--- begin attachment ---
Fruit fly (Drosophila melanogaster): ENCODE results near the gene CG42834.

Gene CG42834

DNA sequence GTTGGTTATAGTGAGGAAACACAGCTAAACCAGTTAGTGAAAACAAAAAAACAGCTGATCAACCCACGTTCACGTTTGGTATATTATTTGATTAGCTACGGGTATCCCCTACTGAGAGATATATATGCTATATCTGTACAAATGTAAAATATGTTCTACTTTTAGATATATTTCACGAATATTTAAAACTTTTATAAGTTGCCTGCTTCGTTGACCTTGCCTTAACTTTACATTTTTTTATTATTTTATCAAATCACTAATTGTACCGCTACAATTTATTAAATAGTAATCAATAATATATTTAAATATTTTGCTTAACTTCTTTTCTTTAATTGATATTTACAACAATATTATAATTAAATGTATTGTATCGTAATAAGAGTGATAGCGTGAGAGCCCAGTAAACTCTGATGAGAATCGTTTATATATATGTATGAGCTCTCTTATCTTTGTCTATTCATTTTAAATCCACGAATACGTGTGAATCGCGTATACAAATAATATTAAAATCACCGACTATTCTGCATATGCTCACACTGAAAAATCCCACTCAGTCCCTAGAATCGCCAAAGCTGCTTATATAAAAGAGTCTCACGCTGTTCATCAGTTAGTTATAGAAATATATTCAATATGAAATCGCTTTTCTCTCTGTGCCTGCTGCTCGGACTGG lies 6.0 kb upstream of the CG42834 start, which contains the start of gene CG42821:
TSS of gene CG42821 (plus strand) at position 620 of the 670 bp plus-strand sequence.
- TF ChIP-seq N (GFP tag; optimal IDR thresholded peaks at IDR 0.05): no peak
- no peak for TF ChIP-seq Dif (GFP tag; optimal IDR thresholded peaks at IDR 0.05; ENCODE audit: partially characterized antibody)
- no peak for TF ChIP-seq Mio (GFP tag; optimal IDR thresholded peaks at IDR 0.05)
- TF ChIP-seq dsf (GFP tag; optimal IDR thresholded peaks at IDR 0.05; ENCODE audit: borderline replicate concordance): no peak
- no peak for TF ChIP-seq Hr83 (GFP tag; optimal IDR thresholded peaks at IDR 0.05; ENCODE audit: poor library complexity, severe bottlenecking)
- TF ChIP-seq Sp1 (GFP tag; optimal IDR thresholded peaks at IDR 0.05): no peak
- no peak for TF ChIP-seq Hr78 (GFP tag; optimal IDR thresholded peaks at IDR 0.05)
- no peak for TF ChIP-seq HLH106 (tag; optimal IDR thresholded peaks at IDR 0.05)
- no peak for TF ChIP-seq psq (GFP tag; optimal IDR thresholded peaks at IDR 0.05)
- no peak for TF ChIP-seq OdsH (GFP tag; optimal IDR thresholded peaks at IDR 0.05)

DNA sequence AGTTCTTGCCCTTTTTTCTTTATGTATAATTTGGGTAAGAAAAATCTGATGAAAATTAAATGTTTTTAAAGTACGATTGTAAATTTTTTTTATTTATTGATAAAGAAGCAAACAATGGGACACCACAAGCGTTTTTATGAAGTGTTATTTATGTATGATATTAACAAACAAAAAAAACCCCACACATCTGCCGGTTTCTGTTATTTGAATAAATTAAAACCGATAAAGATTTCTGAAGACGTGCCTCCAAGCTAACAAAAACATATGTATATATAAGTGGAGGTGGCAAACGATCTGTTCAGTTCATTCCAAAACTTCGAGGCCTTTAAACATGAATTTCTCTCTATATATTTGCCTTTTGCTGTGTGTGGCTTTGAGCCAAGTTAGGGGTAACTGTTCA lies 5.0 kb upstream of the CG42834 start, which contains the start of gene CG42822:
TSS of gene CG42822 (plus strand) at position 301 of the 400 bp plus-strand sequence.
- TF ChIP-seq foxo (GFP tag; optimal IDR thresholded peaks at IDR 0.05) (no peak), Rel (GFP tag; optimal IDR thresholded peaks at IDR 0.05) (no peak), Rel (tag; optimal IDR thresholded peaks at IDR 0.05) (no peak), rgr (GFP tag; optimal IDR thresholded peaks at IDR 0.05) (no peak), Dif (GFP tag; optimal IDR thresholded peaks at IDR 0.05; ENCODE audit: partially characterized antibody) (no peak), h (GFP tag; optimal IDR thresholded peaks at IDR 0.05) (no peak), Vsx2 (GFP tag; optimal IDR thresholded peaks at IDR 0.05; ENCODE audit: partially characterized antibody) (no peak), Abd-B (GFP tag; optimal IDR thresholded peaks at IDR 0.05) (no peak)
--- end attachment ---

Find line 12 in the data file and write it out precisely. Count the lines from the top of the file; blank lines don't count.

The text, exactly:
- no peak for TF ChIP-seq HLH106 (tag; optimal IDR thresholded peaks at IDR 0.05)